If a major disaster near/in Wake happened (think bombing, riots, nature etc) which channels/TGs and why?

Neo62381

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Title says it all.... Mainly interested in feedback from listeners that have been in this area for a long time. I am reasonably new to monitoring in the area and would like to learn from some of the more seasoned veteran enthusiasts in the area that would know where to go. Mainly interested because based on my experience where I ued to live, it took years of learning which mutual aid channels, etc....
 

KK4JUG

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Having been involved in the aftermath of hurricanes, tornados, floods, etc., I've found that, within a few days, whatever radio plans that might have been made went south. It seems to be the nature of the beast. That's why Al Gore invented the scanner.
 

GlobalNorth

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There are no effective plans that work for every instance and potential problem.

If someone blows up a tower, if the electrical lines are damaged by fire to a repeater vault, if an EQ takes down a transmission line; it's play it by ear. Some agencies have back up dispatch centers, mobile repeaters, telecomm techs on call, and other resources. Many have little to nothing in resources. It just depends on the size of the crisis.
 

N1GAW

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Title says it all.... Mainly interested in feedback from listeners that have been in this area for a long time..
Every incident is different, fire ops, mutual aid, LE Ops, Viper Statewide events are all used and change every time. There is no set list of talkgroups or systems used.
 

hvytrucker

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I know this is not a disaster but recently here in Philadelphia, PA during all the rioting & protesting the PD has been using a few talkgroups. The main one used for all the chaos was the "T" Band (traffic). The next busiest is the "M" Band (Administrative) & the "Special Events" talkgroups.
 

iMONITOR

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During the so called protest, aka riots in recent times I found scanners to be somewhat limited to isolated skirmishes and very little details. Michigan's MPSCS and especially the State Police have an insane number of talk-groups that are not predefined for their purpose. Instead they seem to randomly pick and choose TG's at that particular time and for that particular use with no consistent or predictable pattern.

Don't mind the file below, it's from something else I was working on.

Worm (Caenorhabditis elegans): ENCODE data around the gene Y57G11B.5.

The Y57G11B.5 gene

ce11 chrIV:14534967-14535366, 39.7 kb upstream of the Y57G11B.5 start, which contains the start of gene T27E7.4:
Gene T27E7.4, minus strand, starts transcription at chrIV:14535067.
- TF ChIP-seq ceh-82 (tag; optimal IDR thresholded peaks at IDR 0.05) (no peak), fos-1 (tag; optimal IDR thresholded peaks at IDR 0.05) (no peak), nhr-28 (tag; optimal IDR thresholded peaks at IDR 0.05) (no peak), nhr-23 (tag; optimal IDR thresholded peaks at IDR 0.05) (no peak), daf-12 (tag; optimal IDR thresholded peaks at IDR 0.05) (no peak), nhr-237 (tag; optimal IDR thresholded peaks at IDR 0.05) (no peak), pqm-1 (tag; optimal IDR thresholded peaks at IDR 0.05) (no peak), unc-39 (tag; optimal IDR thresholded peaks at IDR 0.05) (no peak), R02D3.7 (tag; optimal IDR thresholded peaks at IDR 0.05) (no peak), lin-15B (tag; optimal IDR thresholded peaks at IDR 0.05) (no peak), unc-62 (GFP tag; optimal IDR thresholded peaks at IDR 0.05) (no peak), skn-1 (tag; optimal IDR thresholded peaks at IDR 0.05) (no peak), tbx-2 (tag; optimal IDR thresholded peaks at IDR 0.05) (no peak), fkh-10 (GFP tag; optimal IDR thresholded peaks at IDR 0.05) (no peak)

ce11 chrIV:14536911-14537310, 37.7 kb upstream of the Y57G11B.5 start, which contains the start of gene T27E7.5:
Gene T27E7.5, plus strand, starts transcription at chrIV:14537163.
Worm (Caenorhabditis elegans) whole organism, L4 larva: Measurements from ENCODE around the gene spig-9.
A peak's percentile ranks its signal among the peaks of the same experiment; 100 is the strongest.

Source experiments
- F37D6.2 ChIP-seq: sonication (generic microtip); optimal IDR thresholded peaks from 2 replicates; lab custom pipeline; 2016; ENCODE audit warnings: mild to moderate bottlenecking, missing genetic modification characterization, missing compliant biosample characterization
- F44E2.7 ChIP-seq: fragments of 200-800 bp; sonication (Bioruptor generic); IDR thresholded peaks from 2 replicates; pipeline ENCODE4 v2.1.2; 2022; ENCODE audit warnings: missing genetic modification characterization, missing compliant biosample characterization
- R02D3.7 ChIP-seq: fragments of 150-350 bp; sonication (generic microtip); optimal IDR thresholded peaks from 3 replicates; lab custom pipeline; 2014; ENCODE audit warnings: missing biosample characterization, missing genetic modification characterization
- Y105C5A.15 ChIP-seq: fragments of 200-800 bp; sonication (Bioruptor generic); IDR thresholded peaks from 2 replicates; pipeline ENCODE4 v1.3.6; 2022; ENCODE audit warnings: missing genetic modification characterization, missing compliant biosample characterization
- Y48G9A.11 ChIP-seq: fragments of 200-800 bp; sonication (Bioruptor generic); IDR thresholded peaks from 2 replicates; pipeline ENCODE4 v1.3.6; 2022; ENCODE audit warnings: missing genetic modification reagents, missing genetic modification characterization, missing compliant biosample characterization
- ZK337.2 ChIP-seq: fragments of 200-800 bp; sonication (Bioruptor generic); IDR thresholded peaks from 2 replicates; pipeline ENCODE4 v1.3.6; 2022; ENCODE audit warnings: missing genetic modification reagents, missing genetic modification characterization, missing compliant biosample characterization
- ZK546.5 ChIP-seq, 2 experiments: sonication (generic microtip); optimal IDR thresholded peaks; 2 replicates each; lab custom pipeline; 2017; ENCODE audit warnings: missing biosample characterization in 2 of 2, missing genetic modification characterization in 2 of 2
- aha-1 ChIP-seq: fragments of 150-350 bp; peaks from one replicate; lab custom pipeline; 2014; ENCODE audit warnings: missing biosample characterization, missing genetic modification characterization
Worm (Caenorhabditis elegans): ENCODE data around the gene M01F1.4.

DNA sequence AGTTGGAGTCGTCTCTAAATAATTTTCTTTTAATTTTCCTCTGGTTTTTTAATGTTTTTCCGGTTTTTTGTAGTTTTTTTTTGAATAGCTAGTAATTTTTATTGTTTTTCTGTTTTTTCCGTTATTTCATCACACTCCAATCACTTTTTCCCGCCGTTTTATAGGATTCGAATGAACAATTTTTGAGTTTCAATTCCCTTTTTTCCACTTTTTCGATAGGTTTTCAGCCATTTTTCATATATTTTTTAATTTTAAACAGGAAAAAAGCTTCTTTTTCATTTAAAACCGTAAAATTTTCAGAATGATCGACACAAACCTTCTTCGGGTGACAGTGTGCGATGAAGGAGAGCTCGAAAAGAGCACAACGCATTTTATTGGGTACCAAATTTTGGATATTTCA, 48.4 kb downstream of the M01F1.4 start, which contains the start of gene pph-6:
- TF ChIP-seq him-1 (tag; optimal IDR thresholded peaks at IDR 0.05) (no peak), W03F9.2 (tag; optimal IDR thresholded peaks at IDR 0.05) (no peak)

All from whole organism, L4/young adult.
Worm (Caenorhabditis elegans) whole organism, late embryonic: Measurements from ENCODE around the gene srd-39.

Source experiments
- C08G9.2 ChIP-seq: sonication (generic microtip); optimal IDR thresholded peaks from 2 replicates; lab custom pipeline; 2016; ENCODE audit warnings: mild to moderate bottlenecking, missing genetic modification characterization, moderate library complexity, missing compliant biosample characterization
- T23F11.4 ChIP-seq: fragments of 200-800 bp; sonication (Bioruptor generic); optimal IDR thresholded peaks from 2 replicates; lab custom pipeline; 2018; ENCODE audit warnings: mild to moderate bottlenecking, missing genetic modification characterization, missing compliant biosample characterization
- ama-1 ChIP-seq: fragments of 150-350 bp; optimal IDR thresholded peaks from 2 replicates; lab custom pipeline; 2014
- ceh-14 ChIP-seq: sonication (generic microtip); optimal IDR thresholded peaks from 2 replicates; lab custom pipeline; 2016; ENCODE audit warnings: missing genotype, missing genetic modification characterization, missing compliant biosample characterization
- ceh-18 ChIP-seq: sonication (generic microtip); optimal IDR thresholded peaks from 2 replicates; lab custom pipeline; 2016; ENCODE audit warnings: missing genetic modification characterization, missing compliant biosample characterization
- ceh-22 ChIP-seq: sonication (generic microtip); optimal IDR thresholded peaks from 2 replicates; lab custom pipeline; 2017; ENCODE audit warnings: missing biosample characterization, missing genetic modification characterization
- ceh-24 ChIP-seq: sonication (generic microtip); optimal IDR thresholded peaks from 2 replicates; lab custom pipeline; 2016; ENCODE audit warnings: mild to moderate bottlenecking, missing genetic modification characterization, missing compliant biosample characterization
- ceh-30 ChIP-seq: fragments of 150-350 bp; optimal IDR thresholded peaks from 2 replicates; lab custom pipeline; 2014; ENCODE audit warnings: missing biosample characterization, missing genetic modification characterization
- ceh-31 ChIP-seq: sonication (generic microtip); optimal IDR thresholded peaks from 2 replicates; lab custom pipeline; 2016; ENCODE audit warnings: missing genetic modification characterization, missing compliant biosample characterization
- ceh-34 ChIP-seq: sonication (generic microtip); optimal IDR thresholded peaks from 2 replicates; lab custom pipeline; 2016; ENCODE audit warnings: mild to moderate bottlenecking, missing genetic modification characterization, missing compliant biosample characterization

They use Event, Special Event, Interop, Emergency, State-Wide, and other general categories. Hell one city has about a dozen different TG's for their DPW! There are 62 TG's for State-Wide Events! You almost have to program them all or run a TG Search rather than Scan to find some of them.

My goto radio for any major event is not a scanner but rather a C Crane CCradio 3B. It covers AM/FM and 2 Meter Amateur Radio. It runs up to 10 days on (4) "D" batteries! With a flip of a switch I can use it as a Bluetooth remote amplified speaker for Smartphones, scanners, T.V. ETC.
 

mmckenna

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Just curious, why AM, not FM?
I have several local and not so local AM news stations.
Almost all the FM stations are owned by large corporations, use DJ's located in another state, and have no news department. The few local FM stations that are not network owned are so small they don't have news departments.

In a wide area disaster, FM tends to get unreliable. I can get AM stations from well outside my area that may not be impacted by a local disaster.
 

KG4KHQ

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I can remember in years past that WPTF in Raleigh and WBT in Charlotte would carry a great deal of coverage during the Floyd and Hugo hurricanes in their respective areas.
 

iMONITOR

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You guys are right! I guess I didn't pay a lot of attention to FM. I usually listen to WJR News Talk 760 AM.
 

n5ims

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First off, remember that you have a SCANNER and should learn how to use it to scan the various frequencies (not just what's been programmed, but any your scanner can pick up) and for the talkgroups how to use it's wildcard (by any other name) to get any that's in use by that system. That's how you'll be able to pick up stuff when things go bad. The known frequencies/talkgroups may be overloaded during a large incident and/or the system(s) may be damaged beyond use and no longer available. In a real disaster, the FCC can quickly assign new temporary frequencies to be used and agencies that arrive to help out during that emergency may get permission to use their own frequencies or system(s) (think a mobile site type operation) for communications. These may not be formal authorizations, but simply letters granting temporary access and not listed in the database (and that assumes that during this major disaster you'll have internet available to search anyway).